State v. Hess

684 N.W.2d 414 (2004)

From our private database of 45,900+ case briefs, written and edited by humans—never with AI.

State v. Hess

Supreme Court of Minnesota
684 N.W.2d 414 (2004)

SR

Facts

On April 1, 1898, Thomas B. and Harriet G. Walker and W.T. and Clotilde G. Joyce conveyed a corridor of land to the Brainer and Northern Minnesota Railway Company. The deed specified that the conveyance would be valid so long as the corridor was used “for right of way and for railway purposes,” but that the conveyance would terminate once the property was used otherwise. The land was eventually conveyed to the Burlington Northern Railway Company (BNRC). In 1985, the BNRC ceased to use the land for its railroad line. On September 13, 1991, the BNRC conveyed its land to the Department of Natural Resources (DNR) (plaintiff). The DNR acquired the land in order to create the Paul Bunyan State Trail, which was made available for public use. Between 1977 and 1995, Brian and Amelia Sandberg (defendants) acquired parcels of land abutting the corridor and the trail. On December 8, 1992, Duwayne Hess (defendant) acquired property abutting the trail. Beginning in October 1998, the Sandbergs and Hess blocked off the trail where the trail met their properties. The DNR brought this action to quiet title, seeking a ruling that the DNR owned the parts of the trail blocked off by the defendants. The district court granted the DNR summary judgment. It ruled that the 1898 deed conveyed a fee simple determinable with a limitation as to use of the land. It further found that the Marketable Title Act extinguished all limitations not asserted within 40 years and therefore concluded the DNR owned the property in fee simple. The court of appeals reversed, finding that the 1898 deed granted an easement and thus concluded that the defendants owned the land.

Rule of Law

Issue

Holding and Reasoning (Nehring, J.)

What to do next…

  1. Unlock this case brief with a free (no-commitment) trial membership of Quimbee.

    You’ll be in good company: Quimbee is one of the most widely used and trusted sites for law students, serving more than 735,000 law students since 2011. Some law schools—such as Yale, Berkeley, and Northwestern—even subscribe directly to Quimbee for all their law students.

    Unlock this case briefRead our student testimonials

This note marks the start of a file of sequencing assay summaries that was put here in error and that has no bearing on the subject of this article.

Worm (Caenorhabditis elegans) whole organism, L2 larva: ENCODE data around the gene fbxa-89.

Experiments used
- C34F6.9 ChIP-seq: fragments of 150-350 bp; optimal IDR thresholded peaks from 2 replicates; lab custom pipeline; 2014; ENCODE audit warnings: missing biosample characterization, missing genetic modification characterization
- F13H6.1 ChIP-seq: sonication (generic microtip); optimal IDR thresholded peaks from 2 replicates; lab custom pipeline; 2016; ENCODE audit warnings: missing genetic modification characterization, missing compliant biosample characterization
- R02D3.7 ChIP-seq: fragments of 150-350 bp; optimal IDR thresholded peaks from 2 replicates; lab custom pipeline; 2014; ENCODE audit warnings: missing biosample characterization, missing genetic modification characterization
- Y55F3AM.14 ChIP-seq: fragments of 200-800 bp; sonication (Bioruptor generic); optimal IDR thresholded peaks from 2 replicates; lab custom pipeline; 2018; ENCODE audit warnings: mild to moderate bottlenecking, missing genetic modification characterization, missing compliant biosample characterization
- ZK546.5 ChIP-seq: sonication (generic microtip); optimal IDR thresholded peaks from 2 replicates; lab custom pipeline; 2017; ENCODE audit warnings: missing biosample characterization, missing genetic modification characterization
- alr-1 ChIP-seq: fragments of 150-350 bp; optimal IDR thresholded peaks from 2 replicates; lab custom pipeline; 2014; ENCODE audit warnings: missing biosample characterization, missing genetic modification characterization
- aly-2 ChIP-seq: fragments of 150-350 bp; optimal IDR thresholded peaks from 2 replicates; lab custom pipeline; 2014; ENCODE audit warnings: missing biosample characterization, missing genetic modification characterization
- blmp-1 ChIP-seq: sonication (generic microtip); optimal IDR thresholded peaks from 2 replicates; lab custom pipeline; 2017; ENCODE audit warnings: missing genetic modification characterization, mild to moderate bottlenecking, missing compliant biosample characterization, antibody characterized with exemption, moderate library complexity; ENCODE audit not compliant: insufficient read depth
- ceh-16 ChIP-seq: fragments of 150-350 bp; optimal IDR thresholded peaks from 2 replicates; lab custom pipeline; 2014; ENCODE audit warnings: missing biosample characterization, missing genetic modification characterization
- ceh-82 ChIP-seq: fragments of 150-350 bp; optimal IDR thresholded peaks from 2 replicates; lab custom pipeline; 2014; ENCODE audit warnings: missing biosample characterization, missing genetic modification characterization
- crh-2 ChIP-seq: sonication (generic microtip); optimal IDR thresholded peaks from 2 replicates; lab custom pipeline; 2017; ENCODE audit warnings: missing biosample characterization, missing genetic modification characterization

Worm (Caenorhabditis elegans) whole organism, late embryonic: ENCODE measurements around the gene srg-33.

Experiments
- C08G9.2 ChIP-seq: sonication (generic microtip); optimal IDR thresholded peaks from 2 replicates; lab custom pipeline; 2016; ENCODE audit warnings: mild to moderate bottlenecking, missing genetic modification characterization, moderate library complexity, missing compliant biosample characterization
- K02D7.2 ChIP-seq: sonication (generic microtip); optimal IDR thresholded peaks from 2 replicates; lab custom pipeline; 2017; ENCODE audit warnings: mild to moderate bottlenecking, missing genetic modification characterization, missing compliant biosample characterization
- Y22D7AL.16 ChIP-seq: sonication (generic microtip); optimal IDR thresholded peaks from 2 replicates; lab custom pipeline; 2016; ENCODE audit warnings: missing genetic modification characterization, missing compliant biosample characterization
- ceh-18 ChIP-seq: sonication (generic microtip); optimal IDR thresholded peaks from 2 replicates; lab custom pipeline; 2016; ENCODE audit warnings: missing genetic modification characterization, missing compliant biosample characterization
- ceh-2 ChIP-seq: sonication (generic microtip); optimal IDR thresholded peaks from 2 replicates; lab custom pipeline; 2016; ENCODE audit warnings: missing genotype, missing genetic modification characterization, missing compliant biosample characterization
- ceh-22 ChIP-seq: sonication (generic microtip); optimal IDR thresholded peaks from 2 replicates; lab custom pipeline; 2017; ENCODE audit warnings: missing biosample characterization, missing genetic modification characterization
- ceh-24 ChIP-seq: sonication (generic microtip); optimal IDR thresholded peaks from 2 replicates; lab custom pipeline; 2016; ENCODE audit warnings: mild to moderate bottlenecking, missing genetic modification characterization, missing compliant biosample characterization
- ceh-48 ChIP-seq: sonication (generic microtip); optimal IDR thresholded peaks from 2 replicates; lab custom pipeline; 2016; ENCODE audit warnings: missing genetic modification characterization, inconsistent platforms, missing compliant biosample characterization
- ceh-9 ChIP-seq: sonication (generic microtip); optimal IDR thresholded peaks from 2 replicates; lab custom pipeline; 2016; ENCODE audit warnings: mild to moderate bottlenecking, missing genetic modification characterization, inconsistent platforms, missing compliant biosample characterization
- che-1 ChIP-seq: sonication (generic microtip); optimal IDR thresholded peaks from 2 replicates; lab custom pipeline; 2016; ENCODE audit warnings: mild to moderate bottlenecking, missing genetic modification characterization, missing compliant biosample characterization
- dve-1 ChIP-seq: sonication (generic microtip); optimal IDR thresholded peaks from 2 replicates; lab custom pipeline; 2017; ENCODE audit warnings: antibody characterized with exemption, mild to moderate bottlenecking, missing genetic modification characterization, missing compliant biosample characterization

2. Learn more about Quimbee’s unique (and proven) approach to achieving great grades at law school.

    Quimbee is a company hell-bent on one thing: helping you get an “A” in every course you take in law school, so you can graduate at the top of your class and get a high-paying law job. We’re not just a study aid for law students; we’re the study aid for law students.

    Learn about our approachRead more about Quimbee

Here's why 735,000 law students have relied on our case briefs:

  • Written by law professors and practitioners, not other law students. 45,900 briefs, keyed to 984 casebooks. Top-notch customer support.
  • The right amount of information, includes the facts, issues, rule of law, holding and reasoning, and any concurrences and dissents.
  • Access in your classes, works on your mobile and tablet. Massive library of related video lessons and high quality multiple-choice questions.
  • Easy to use, uniform format for every case brief. Written in plain English, not in legalese. Our briefs summarize and simplify; they don’t just repeat the court’s language.

Access this case brief for FREE

With a 7-day free trial membership
Here's why 735,000 law students have relied on our case briefs:
  • Reliable - written by law professors and practitioners, not other law students
  • The right length and amount of information - includes the facts, issue, rule of law, holding and reasoning, and any concurrences and dissents
  • Access in your class - works on your mobile and tablet
  • 45,900 briefs - keyed to 984 casebooks
  • Uniform format for every case brief
  • Written in plain English - not in legalese and not just repeating the court's language
  • Massive library of related video lessons - and practice questions
  • Top-notch customer support

Access this case brief for FREE

With a 7-day free trial membership